Here’s a very enlightening anecdote from Peter Bart’s 1998 book The Gross: The Hits, the Flops, the Summer That Ate Hollywood. Bart is having dinner with Warren Beatty, who had just made Bulworth, and Beatty has taken umbrage with a column of Bart’s in Variety that argued inflated star salaries were dooming Hollywood. Beatty claimed Bart was wrong and that stars were completely worth their $20 million fees:
“Aren’t you uncomfortable taking this position?” [Bart] queried. “After all, one of the major points you make in Bulworth revolves around the unfair apportionment of income in this country. A tiny minority makes the big bucks, and the rest of the nation isn’t doing any better than they did one or two generations ago — that’s your thesis, right?”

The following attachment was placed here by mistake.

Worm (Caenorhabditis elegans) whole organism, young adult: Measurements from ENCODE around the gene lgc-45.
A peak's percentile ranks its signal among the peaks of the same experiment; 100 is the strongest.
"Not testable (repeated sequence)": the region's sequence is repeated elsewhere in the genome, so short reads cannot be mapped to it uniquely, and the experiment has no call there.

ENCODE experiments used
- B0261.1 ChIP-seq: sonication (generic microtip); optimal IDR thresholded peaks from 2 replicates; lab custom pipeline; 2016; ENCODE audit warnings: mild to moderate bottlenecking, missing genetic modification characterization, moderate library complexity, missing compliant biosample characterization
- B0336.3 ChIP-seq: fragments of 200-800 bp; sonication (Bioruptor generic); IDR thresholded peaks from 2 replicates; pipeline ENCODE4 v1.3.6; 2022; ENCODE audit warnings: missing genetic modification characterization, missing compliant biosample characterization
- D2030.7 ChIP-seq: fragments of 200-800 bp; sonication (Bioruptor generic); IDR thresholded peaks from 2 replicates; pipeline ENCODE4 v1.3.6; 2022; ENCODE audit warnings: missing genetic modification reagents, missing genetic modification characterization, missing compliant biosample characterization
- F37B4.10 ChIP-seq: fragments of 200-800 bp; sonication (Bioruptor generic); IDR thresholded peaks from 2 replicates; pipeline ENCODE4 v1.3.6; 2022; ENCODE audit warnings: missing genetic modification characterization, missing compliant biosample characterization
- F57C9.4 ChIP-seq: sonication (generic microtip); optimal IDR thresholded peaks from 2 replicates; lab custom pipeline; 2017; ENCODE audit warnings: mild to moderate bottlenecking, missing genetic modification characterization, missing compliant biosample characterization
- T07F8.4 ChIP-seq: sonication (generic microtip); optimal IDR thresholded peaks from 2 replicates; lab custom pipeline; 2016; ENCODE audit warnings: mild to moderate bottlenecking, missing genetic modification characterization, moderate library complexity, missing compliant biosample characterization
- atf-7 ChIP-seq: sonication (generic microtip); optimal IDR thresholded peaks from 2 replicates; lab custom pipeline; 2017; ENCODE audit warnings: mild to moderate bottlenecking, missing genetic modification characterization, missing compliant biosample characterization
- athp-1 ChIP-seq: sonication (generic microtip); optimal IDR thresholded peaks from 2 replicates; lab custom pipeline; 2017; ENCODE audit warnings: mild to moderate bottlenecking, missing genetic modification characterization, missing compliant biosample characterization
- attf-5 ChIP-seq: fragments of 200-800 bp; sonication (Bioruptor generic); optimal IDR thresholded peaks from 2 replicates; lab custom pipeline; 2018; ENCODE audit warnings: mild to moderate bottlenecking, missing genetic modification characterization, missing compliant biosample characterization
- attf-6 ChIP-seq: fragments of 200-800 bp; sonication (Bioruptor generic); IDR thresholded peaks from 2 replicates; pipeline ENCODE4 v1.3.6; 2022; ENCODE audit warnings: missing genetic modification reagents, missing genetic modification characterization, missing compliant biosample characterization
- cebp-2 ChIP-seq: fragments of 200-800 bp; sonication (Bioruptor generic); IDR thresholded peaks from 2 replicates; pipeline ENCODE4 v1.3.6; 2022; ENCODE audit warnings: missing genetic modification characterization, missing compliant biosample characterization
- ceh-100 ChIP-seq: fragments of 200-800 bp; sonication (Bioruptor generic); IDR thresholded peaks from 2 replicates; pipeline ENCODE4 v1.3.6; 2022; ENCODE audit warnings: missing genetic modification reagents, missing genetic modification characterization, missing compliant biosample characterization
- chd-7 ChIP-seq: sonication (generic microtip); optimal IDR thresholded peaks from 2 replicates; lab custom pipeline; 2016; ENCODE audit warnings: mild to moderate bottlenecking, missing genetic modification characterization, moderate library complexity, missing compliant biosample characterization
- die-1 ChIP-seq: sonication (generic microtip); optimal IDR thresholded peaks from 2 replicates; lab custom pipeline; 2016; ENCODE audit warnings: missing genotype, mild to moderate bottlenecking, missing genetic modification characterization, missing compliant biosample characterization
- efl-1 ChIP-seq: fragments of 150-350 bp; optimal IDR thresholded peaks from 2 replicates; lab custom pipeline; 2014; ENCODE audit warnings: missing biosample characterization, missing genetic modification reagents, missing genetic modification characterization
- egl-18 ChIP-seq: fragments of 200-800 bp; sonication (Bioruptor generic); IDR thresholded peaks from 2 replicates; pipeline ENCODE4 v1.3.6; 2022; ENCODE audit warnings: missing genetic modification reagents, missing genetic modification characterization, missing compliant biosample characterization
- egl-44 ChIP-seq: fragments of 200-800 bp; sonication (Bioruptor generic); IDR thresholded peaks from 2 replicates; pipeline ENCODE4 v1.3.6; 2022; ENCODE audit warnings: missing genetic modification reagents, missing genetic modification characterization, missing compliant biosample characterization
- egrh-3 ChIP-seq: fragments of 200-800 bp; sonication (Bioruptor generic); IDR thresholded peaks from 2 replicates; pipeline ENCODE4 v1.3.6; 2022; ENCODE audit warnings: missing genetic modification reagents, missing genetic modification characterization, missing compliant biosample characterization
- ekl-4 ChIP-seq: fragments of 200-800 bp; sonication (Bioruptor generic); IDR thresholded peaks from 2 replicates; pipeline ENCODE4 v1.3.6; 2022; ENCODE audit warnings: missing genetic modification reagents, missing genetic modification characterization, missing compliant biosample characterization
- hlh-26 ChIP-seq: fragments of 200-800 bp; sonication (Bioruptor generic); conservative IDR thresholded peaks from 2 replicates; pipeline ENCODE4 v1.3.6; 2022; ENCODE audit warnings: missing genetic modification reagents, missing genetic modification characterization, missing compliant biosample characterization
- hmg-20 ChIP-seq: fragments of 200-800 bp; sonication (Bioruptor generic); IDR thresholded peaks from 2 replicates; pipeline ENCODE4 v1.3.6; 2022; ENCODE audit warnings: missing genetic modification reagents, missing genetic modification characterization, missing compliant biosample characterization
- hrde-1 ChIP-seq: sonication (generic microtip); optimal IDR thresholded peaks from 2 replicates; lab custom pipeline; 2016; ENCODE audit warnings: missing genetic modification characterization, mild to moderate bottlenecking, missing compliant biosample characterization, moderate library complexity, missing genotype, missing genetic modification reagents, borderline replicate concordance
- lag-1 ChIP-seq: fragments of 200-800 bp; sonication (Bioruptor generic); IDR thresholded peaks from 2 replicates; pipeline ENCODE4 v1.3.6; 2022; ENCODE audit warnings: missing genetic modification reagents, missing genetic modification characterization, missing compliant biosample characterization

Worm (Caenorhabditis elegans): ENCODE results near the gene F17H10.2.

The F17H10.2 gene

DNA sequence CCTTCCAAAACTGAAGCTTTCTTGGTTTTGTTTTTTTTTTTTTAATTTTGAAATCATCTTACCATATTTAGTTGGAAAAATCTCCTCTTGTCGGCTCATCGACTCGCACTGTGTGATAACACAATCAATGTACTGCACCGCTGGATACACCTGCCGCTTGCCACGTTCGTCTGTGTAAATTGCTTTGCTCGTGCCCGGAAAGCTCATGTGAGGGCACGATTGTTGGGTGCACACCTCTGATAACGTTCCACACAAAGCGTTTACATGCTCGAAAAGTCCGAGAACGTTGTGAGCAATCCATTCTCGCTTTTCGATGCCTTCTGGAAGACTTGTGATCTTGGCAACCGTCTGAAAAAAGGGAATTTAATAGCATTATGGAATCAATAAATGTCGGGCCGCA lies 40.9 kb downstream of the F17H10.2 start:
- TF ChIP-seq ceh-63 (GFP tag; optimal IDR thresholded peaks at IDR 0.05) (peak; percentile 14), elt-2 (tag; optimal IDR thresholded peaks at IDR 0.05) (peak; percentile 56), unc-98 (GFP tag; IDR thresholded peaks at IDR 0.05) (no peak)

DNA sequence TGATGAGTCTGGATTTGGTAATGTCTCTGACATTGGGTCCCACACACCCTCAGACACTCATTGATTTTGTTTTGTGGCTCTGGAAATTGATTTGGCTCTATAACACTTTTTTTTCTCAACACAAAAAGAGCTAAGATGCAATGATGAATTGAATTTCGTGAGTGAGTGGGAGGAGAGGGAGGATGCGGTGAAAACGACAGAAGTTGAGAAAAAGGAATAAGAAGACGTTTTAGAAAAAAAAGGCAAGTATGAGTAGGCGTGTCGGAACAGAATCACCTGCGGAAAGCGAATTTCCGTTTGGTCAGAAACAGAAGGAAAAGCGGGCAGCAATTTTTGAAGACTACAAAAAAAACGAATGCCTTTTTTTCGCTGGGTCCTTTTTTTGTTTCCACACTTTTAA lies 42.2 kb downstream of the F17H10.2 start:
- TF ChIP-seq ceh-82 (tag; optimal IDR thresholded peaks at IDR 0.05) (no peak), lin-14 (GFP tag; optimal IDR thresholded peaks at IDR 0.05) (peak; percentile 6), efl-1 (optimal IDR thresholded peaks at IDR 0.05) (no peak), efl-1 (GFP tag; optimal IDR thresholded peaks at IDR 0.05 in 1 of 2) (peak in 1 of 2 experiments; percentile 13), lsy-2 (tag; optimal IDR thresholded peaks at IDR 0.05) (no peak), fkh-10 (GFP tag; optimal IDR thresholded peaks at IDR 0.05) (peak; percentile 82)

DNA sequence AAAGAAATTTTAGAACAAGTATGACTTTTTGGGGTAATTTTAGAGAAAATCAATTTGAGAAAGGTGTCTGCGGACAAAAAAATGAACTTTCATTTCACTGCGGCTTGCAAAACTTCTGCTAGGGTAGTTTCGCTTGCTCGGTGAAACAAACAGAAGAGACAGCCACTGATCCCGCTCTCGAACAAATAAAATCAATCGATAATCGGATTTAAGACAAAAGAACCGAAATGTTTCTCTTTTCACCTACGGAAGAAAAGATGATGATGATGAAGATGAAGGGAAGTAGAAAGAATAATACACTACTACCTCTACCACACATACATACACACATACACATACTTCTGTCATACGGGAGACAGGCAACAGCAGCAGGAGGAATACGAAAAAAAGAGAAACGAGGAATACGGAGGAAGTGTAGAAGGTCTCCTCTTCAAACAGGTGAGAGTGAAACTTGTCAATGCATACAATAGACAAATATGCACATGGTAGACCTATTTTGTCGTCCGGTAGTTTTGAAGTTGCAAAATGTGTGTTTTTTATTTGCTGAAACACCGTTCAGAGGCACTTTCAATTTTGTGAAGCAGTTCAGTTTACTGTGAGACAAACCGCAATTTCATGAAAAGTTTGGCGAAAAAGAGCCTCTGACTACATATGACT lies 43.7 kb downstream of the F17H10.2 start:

Beatty did not even blink. “Stars are different,” he intoned. “We’re talking about movie stars.” And having made this important distinction, he picked up the menu and started ordering. (The Gross, p. 191)
So that’s why it’s okay for stars to live luxurious, rarefied lifestyles while preaching forced wealth redistribution for everyone else: They would be exempt. Because stars are different.
Of course, the answer is perhaps simpler: Celebrities are largely leftists because their bosses, from their directors to the heads of casting to the heads of the major studios are largely leftists, and at least for now, they hold the keys to breaking into the industry and advancing.
(See also Aaron Sorkin, the punitive far left co-writer of Bulworth, who is now a major producer at Time-Warner-CNN-HBO.)